In greater detail, the region consists of:
- the states of Kansas, Nebraska, and North and South Dakota in their entirety
- western portions of Missouri, Iowa, and Minnesota
- Oklahoma, Tulsa and west, including the Panhandle
- the toe and western portions of Texas from roughly San Antonio west including the Edwards Plateau, Llano Estacado, and the Panhandle, as far west as the Big Bend of the Rio Grande and the Davis and Sacramento Mountains
- New Mexico east of the Guadalupe and Sandia Mountains
- Colorado east of the Front Range
- eastern portions of Wyoming east of the Laramie and Bighorn Mountains
- eastern Montana on a line angling northwest from the Bighorn Mountains to Glacier National Park
- the prairie provinces of Alberta, Saskatchewan, and Manitoba west and south of the Canadian Shield and east of the Canadian Rockies, as far north as Edmonton
- the Missouri River basin in its entirety.
In the study of this region, we believe, state boundaries are artificial political divisions, of which the nineteenth century was especially fond. A proper understanding of the region requires focusing on its entire extent, Kansas City and Omaha west to the Rockies. To see a map of the region, click the MAP button.
We are attempting to bring together as comprehensive a collection as we can of citations to works relating to the Prairies and Plains region. We are discovering that the body of literature relating to the region is very large, and we may at some point need to limit bibliographic activity, but for the present we find it useful to cast as wide a net as possible.
Language. We set no theoretical limits as to language, but find it unusual to encounter materials other than in English, Spanish, or French. Occasional texts in other languages (e.g., the Norwegian of Giants in the Earth) are nearly always available in English translation. The only other language limitation we envision lies in the collective linguistic fluency possessed by the compilers.
Time period. The effective time period we cover begins with the early Spanish explorations, roughly 1540 CE, to the present. The region is far older than that, and we expect to include geological, physiographic, paleontological, archaeological, or geographic studies that cover earlier periods. The Spanish explorers were by no means the first people to inhabit or observe the region, but written records left by Indians who lived in the Prairies and Plains before the arrival of whites are all but nonexistent. Like any bibliography, this site is concerned chiefly with written and therefore accessible records. Much of what we see concerning the culture, civilization, social activity, economic life, and the like of Plains Indians before 1540 has been set down recently; while we include these, we warn that texts written by Indians who lived before whites arrived to take their land in effect do not exist. We cite materials published as recently as yesterday to emphasize our concern with all topics bearing on the Prairies and Plains, and to note that the history of the Plains continues to the present.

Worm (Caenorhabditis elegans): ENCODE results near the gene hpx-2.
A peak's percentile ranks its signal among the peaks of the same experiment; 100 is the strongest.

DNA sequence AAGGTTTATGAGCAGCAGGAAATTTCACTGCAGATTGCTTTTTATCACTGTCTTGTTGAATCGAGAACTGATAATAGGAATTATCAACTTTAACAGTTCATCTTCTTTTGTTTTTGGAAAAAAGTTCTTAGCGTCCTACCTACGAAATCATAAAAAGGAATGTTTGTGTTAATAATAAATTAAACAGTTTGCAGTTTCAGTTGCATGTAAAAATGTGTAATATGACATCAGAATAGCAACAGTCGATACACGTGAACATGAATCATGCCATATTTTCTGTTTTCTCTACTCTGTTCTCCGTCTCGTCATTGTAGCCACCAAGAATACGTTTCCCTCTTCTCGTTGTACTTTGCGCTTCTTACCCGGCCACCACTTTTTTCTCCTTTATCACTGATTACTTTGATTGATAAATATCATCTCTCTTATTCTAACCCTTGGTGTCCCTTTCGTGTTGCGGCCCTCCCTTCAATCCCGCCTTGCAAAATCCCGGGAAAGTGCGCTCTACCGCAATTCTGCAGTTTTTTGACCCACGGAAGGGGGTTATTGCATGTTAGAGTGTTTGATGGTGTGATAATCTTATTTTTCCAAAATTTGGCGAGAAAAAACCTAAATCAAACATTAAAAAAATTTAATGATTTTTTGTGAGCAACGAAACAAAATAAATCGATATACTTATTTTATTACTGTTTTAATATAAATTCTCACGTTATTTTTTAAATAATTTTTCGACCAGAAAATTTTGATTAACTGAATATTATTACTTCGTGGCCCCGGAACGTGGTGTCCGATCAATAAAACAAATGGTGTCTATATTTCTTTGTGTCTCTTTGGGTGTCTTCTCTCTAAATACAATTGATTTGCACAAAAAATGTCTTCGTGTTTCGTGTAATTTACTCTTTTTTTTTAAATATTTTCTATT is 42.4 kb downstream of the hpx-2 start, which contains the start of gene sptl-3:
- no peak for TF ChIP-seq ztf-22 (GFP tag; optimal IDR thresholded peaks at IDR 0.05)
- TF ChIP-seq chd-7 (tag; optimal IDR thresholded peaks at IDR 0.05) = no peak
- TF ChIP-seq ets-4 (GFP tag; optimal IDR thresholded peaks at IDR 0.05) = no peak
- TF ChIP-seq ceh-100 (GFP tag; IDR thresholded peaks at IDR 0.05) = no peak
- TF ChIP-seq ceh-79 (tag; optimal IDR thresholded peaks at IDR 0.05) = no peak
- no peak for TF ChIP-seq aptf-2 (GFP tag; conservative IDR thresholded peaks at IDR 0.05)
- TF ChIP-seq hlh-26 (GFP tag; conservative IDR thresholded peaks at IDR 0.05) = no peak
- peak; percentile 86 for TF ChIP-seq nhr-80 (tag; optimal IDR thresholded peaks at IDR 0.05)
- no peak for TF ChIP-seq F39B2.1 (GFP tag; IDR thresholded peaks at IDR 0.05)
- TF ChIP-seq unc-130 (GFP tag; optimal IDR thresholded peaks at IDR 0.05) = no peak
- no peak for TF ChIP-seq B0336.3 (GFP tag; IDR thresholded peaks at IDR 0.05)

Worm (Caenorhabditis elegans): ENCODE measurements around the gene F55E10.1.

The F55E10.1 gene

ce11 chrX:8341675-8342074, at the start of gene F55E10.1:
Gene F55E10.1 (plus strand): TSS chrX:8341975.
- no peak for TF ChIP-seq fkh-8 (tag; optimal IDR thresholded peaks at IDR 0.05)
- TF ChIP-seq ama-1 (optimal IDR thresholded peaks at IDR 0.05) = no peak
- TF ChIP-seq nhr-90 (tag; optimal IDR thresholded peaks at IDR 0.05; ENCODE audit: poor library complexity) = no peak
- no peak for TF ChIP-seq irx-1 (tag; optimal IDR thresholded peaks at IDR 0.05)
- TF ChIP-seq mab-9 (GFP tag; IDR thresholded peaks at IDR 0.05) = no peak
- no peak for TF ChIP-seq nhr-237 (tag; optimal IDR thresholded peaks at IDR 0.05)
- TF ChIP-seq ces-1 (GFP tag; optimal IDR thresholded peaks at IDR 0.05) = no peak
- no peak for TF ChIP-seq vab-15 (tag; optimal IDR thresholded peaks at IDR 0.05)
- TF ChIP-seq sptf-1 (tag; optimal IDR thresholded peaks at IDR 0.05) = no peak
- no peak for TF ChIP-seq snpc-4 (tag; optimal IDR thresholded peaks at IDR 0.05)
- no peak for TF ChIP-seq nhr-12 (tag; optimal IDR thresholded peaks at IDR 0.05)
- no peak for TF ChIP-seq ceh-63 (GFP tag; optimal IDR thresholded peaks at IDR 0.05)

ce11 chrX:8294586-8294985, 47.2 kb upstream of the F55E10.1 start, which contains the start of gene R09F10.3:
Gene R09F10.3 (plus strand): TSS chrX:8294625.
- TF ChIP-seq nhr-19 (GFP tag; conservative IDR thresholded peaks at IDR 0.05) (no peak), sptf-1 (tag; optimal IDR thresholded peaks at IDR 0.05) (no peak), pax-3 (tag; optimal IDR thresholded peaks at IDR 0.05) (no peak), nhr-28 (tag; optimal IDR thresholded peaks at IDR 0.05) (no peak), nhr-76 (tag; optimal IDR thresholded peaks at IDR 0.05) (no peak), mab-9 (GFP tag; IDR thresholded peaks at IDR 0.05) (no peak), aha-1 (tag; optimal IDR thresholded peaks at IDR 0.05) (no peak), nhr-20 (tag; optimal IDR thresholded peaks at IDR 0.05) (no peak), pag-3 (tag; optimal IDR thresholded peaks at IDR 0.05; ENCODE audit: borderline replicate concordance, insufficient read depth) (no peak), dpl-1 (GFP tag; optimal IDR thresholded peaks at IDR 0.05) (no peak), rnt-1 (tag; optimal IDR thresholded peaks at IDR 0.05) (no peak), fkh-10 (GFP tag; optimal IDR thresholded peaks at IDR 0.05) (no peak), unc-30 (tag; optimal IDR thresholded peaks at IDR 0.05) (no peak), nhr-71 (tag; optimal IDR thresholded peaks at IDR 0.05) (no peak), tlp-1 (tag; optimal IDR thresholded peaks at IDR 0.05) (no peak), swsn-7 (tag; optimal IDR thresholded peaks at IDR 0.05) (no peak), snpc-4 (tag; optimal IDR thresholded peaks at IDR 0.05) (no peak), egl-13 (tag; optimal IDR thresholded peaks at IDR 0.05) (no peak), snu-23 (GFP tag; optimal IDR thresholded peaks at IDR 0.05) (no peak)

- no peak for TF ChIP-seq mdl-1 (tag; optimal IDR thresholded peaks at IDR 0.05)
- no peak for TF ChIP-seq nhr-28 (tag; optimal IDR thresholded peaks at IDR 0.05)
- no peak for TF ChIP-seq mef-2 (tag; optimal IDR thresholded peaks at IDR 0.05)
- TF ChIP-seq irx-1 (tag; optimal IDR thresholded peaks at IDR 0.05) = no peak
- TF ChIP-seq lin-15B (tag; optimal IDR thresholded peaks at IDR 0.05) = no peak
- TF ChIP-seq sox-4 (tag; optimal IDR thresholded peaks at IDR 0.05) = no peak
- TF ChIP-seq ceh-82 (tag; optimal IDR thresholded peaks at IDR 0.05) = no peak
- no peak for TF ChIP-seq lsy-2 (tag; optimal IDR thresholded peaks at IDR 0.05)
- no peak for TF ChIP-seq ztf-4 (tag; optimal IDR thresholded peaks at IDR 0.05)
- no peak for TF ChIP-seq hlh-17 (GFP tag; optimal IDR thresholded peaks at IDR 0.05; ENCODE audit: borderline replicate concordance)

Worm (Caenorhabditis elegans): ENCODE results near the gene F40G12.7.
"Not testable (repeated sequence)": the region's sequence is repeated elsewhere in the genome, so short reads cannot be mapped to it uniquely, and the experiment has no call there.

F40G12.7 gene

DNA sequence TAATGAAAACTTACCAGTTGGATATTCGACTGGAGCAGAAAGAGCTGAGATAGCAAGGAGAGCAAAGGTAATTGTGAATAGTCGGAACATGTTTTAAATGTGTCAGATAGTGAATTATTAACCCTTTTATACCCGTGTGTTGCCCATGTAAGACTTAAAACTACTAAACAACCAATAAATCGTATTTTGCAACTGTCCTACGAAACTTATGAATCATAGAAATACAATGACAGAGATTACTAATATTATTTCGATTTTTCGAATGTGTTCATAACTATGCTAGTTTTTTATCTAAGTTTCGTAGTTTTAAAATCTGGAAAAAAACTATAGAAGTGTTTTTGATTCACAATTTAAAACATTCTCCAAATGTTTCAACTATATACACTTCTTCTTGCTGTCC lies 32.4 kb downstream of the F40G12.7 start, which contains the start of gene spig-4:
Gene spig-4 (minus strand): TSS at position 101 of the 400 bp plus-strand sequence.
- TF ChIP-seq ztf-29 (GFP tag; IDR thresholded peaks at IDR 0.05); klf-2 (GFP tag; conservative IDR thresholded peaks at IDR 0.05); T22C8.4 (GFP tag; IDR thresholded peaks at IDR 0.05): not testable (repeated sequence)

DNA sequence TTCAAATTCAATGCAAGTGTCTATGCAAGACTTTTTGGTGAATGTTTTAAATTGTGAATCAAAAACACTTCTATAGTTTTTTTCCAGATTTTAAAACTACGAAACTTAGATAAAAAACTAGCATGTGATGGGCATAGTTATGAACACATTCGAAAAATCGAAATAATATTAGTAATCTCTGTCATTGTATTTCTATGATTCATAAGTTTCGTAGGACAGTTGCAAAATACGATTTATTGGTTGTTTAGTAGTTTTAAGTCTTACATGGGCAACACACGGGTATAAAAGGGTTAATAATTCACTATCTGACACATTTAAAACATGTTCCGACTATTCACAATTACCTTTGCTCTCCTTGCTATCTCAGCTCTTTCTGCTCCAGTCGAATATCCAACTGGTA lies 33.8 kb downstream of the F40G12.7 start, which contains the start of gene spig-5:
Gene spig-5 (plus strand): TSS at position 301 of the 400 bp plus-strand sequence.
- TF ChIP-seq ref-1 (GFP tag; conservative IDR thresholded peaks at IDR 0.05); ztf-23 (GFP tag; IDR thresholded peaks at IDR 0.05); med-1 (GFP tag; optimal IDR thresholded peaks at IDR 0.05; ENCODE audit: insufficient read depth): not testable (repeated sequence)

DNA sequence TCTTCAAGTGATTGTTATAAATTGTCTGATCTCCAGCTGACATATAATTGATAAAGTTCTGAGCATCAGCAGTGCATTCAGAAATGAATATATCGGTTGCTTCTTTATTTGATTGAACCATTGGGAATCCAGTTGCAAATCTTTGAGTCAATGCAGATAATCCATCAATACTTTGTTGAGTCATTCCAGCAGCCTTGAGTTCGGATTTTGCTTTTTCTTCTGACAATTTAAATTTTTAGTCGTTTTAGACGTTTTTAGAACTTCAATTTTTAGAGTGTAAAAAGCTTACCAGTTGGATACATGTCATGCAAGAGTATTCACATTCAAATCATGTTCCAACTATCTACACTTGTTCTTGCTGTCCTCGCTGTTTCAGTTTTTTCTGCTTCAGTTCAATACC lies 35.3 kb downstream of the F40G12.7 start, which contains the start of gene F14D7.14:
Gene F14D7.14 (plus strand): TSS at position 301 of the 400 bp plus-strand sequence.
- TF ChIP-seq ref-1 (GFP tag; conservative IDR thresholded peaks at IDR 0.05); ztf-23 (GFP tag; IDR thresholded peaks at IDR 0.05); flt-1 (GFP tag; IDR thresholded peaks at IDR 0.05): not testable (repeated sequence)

Topics. We regard everything written about the Prairies and Plains as eligible for inclusion. We cover geology, anthropology, agriculture, literature, art, religion, and especially history. We believe that we can contribute to an understanding of the region only by cov ering as large a range of subjects as possible. The best way to see the extent of coverage of the site is to click on the CLASSIFICATION tab. The classification will show both the range of topics we hope to cover and their relation to one another. Many titles will have something in passing to say about the region, but we will limit inclusion to works concerned principally with the geographic region of the Prairies and Plains. For example, Dictionary of Art will include articles having to do with Plains artists like John Steuart Curry and George Catlin, but its concern is with the world of art, where the Prairies and Plains has a small place; hence we will not list it. The various encyclopedias of the West and Midwest, on the other hand, cover the Prairies and Plains region because it is an integral part of the region with which they are concerned; we will include them
Forms of Publication. We will list books, journal articles, journals in their entirety when we index the entire run, reference titles (bibliographies, encyclopedias, atlases, and the like), electronic sources (principally Web sites), newspapers, government publications, and unpublished materials (diaries, journals, letters, etc.).